But let's consider another possibility. When the horse is in a particular lead, are you moving with the horse in that lead? If the horse is in the left lead, for example, its left hip and shoulder will be moving slightly in advance of its right hip and shoulder. This is similar to when a person skips with his or her left hip in advance of the right. Therefore, when your horse is in the left lead, your left hip and left shoulder should be slightly in advance of your right hip and shoulder. In addition, your right leg should be slightly back. In the right lead, your body parts should be reversed.
 

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I am terrible at cantering, so take what I have to say with several grains of salt.

My understanding is that the signal for cantering involves your outside leg moving back a little and pushing. So if you want him to pick up the left lead, for instance you'd push him with your right leg. So, imagine this:
  1. Your horse is very well trained and understands this signal clearly: I want you to canter on the other lead.
  2. He has a particular spot in the arena where he ducks into the middle.
  3. You try to push him back over with your leg.
  4. He interprets this as meaning you want a counter-canter.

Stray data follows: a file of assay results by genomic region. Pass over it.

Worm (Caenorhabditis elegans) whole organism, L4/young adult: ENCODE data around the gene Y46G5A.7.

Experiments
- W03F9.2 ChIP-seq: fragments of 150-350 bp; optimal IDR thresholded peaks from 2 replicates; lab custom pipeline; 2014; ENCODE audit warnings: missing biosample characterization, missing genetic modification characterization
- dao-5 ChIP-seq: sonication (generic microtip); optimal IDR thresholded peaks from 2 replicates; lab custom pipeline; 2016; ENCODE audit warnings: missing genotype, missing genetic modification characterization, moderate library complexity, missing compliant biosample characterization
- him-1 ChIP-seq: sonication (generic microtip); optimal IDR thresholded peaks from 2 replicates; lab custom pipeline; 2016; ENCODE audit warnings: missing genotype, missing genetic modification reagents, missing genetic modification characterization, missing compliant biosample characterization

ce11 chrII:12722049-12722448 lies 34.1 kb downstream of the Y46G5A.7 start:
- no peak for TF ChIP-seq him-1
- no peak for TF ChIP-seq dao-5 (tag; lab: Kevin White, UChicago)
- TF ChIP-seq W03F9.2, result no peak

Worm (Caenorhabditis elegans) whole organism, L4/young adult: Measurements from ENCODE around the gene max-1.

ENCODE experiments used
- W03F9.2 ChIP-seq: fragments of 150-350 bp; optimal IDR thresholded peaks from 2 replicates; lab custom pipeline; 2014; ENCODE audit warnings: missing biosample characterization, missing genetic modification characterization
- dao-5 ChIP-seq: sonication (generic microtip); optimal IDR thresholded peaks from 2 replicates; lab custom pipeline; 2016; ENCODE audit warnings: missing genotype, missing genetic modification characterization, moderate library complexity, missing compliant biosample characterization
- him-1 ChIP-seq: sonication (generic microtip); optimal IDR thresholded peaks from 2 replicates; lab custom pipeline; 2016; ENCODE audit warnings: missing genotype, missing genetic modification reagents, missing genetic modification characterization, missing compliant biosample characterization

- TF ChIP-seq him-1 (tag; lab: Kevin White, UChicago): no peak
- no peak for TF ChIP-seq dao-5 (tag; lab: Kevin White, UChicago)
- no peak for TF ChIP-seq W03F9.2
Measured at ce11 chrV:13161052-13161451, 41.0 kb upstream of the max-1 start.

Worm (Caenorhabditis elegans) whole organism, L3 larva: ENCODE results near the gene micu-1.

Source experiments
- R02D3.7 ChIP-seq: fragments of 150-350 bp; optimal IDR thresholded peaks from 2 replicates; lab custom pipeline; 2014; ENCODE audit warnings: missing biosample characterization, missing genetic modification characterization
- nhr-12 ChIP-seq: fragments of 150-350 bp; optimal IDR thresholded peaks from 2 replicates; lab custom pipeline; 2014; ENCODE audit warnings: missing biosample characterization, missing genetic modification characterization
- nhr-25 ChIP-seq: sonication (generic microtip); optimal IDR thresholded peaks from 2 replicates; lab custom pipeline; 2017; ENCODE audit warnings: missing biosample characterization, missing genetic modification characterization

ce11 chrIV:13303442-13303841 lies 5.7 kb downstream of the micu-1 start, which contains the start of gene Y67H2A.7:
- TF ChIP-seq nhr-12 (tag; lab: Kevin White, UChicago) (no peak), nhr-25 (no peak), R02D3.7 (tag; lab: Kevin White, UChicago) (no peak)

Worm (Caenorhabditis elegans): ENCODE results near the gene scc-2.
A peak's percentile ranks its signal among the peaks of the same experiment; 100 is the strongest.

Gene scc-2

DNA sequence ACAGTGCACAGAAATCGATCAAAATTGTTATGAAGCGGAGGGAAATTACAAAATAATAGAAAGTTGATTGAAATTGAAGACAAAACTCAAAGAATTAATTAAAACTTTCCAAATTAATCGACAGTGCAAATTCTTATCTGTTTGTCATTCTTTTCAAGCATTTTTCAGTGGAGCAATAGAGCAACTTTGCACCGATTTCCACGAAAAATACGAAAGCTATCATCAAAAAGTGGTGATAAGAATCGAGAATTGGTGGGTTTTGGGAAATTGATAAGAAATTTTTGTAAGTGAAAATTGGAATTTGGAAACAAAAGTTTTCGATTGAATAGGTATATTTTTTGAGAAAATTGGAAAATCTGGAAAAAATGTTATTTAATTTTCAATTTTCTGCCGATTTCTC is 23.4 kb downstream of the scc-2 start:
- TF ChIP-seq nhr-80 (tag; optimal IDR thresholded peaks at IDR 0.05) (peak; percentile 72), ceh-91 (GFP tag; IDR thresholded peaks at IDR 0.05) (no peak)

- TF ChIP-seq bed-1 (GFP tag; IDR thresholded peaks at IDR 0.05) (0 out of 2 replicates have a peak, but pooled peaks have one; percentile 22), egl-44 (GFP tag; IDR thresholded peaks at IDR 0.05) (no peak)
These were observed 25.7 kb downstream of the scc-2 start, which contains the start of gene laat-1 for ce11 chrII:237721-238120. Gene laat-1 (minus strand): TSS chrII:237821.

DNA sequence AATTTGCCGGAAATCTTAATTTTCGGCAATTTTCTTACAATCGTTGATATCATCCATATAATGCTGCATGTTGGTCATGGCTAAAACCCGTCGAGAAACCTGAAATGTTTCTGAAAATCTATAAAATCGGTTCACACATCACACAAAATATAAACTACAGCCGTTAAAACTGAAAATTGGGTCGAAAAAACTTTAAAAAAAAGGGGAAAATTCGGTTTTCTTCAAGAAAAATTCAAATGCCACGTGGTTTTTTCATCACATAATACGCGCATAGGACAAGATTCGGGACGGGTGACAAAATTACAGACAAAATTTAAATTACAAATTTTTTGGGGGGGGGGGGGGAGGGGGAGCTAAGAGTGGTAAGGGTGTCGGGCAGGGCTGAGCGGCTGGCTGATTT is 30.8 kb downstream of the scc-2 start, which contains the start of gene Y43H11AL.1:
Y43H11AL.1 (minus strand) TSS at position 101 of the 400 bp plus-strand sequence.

Could that be the case? If so, your problem isn't him lead swapping, it's him ducking in. Maybe that seems like a distinction without a difference, but I think you'd handle it different ways. For instance, work him a lot at that spot just walking and trotting, and making sure you always keep him at the rail. Or, what I did in a similar situation, is try to really keep your head up and eyes on where you are going, not where you think he is going to go. Once your horse starts ducking in at a particular spot, you tend to start anticipating that, then your body sort of acts like it knows he's going to do it, and he takes that as a signal that you're OK with it.
 

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Discussion Starter · #6 ·
Your problem may be the result of a number of issues but let's consider only two.

Your horse may simply feel more comfortable on a particular lead. This may be the result of physical development and flexibility. If so, the solution might be proper exercising, particularly lateral exercises. The other riders may not experience the lead changes because of their knowing or unknowing prevention of attempts.